Thursday, April 9, 2009

Nick Minchin, the ABC, Robotic Cameras, and the zen of public broadcasting

The clip above comes from YouTube, and as it features one of our favorite Liberal party loons, the "so dry he makes desiccated coconut look like a muddy swamp" Nick Minchin, I thought it was worthwhile spreading a little further.

Whoever "qednet" - the poster - is, he obviously has good contacts within the ABC, though this clip has only attracted three hundred views and a couple of comments to date.

Nothing much happens, and that's probably the point of the experience. It's almost zen, the gateless gate, the camera that won't move, the robot that remains intractable and unflinching as it observes the hapless Minchin, who shuffles, jigs and dances to the lens's cold, Dave-like stare, desperately trying to satisfy the off-screen marionette master's demand for a wider shot.

Minchin in the end offers to jump up and down on the spot, but that job really should be reserved for Malcolm Turnbull.

What it does evoke, in its emptiness and desolation, is the precarious, impecunious condition of the ABC, and the wretched condition of the ABC Breakfast News program, which makes the fast cutting on Radio National's AM seem so much more visual.

The derelict studio is on about a par with the ABC's currently derelict strategy in drama, which seems designed to make so many boring shows that viewers will gratefully watch the abundant BBC material broadcast on a Sunday night.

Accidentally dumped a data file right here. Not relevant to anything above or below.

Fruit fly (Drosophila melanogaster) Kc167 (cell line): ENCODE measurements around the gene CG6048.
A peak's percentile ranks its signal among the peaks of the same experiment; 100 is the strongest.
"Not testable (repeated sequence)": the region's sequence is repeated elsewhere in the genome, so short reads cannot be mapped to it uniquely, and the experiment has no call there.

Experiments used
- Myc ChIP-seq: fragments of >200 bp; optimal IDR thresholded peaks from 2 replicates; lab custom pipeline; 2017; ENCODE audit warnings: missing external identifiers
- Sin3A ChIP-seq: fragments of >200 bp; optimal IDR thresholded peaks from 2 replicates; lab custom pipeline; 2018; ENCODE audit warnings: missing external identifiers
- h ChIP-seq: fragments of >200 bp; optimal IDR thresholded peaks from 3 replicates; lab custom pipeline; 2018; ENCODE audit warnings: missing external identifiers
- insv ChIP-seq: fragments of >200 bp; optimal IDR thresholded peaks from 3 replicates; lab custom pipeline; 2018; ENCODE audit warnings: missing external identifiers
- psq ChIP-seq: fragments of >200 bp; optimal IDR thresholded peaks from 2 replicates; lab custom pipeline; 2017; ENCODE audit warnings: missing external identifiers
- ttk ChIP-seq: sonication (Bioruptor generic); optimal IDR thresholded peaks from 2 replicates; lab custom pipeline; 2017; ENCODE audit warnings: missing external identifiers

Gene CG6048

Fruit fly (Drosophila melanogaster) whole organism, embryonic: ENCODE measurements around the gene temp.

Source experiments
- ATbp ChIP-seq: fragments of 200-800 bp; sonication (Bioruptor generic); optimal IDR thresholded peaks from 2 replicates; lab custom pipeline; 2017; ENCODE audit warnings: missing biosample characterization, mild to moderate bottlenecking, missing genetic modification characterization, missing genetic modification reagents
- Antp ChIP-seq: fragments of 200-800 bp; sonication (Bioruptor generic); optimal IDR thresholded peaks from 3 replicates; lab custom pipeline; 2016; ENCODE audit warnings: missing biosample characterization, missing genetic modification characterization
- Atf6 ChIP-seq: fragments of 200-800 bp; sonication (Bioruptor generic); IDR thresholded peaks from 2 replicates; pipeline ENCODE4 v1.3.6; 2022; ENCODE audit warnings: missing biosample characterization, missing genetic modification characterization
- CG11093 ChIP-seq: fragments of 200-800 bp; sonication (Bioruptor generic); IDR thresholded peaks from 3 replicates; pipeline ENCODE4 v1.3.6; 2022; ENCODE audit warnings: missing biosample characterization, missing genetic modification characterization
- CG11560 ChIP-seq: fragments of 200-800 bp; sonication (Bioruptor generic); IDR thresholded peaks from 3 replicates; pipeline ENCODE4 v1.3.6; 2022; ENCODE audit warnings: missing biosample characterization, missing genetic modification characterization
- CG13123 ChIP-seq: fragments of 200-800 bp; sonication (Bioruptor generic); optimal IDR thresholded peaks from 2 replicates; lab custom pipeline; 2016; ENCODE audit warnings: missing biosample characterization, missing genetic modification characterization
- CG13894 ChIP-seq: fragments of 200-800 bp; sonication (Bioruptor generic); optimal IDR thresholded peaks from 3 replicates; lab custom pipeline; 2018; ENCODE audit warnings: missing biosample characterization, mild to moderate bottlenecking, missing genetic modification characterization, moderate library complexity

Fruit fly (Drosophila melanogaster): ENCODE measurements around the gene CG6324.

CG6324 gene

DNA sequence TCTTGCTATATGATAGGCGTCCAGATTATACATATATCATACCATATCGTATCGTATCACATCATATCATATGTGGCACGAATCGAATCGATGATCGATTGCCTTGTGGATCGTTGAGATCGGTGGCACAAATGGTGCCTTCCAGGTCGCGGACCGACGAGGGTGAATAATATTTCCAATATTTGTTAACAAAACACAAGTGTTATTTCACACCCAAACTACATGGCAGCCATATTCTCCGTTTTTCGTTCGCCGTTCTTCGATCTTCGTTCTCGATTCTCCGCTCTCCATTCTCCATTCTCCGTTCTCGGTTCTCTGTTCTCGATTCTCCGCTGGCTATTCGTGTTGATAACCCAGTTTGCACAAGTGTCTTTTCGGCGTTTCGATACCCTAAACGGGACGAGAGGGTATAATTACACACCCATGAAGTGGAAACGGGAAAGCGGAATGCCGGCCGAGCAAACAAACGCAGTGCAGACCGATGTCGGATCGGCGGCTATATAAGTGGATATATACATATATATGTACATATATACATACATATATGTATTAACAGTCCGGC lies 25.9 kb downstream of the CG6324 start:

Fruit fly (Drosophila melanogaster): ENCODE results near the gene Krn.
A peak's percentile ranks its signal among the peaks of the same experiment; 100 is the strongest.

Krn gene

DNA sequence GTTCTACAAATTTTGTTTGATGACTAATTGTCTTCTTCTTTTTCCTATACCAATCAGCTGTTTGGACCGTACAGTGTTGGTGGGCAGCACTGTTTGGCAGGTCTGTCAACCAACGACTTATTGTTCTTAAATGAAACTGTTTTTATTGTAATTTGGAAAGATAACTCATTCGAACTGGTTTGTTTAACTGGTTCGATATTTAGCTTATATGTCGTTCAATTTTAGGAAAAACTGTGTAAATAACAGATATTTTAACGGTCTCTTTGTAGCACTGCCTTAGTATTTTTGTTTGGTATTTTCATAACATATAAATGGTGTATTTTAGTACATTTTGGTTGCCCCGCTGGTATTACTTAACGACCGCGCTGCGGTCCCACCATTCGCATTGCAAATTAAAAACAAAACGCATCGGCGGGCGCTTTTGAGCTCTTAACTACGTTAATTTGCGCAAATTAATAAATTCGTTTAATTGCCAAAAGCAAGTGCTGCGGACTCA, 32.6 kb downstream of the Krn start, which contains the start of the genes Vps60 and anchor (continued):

Now it so happens that the ABC is the most innovative and interesting of the FTA broadcasters when it comes to connecting to its audience online, but it currently suffers from a truly wretched neglect in terms of funds actually going to generate content for use either in conventional broadcasting or for online distribution.

Maybe the guy who put the clip together was trying to make a point about ABC management, robot cameras, early morning news gathering, the degutting of the ABC during the Howard years, in which Minchin played a handy 'dry' role, or maybe it was just a matter of chortling at Minchin looking like a prize gherkin in front of a robot camera. Somewhere in there I sniff a little payback.

None of this will mean anything to an international reader, but zen when applied to Nick Minchin has a nicely dry taste for locals driven insane over the years by his ponderous pontifications. 

Perhaps Minchin could develop a parable about the new ABC and the way it was necessary to kill off all the camera people, so that robot cameras could become implacable observers of politicians desperate for their 15 minutes under lights (if they're on). Everything must change, things must pass, and whatever you do don't touch the camera, you might break it:

Ikkyu, the Zen master, was very clever even as a boy. His teacher had a precious teacup, a rare antique. Ikkyu happened to break this cup and was greatly perplexed. Hearing the footsteps of his teacher, he held the pieces of the cup behind him. When the master appeared, Ikkyu asked: "Why do people have to die?"

"This is natural," explained the older man. "Everything has to die and has just so long to live."

Ikkyu, producing the shattered cup, added: "It was time for your cup to die."

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